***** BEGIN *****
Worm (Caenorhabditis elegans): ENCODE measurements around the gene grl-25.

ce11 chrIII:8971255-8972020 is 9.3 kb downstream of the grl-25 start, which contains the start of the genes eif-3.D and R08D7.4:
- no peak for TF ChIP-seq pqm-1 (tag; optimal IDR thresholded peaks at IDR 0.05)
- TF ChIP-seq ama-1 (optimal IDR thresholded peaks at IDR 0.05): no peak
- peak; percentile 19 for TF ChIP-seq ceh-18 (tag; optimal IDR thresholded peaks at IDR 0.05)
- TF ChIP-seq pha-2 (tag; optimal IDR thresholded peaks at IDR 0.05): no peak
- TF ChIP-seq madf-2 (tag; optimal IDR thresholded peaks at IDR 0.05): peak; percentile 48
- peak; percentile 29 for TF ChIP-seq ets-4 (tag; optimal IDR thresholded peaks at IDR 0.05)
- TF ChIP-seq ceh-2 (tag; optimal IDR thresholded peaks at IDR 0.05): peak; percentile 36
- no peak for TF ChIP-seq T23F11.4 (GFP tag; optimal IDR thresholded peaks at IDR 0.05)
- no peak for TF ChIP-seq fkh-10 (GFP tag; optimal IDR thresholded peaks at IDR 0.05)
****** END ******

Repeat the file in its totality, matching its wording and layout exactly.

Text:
Worm (Caenorhabditis elegans): ENCODE measurements around the gene grl-25.

ce11 chrIII:8971255-8972020 is 9.3 kb downstream of the grl-25 start, which contains the start of the genes eif-3.D and R08D7.4:
- no peak for TF ChIP-seq pqm-1 (tag; optimal IDR thresholded peaks at IDR 0.05)
- TF ChIP-seq ama-1 (optimal IDR thresholded peaks at IDR 0.05): no peak
- peak; percentile 19 for TF ChIP-seq ceh-18 (tag; optimal IDR thresholded peaks at IDR 0.05)
- TF ChIP-seq pha-2 (tag; optimal IDR thresholded peaks at IDR 0.05): no peak
- TF ChIP-seq madf-2 (tag; optimal IDR thresholded peaks at IDR 0.05): peak; percentile 48
- peak; percentile 29 for TF ChIP-seq ets-4 (tag; optimal IDR thresholded peaks at IDR 0.05)
- TF ChIP-seq ceh-2 (tag; optimal IDR thresholded peaks at IDR 0.05): peak; percentile 36
- no peak for TF ChIP-seq T23F11.4 (GFP tag; optimal IDR thresholded peaks at IDR 0.05)
- no peak for TF ChIP-seq fkh-10 (GFP tag; optimal IDR thresholded peaks at IDR 0.05)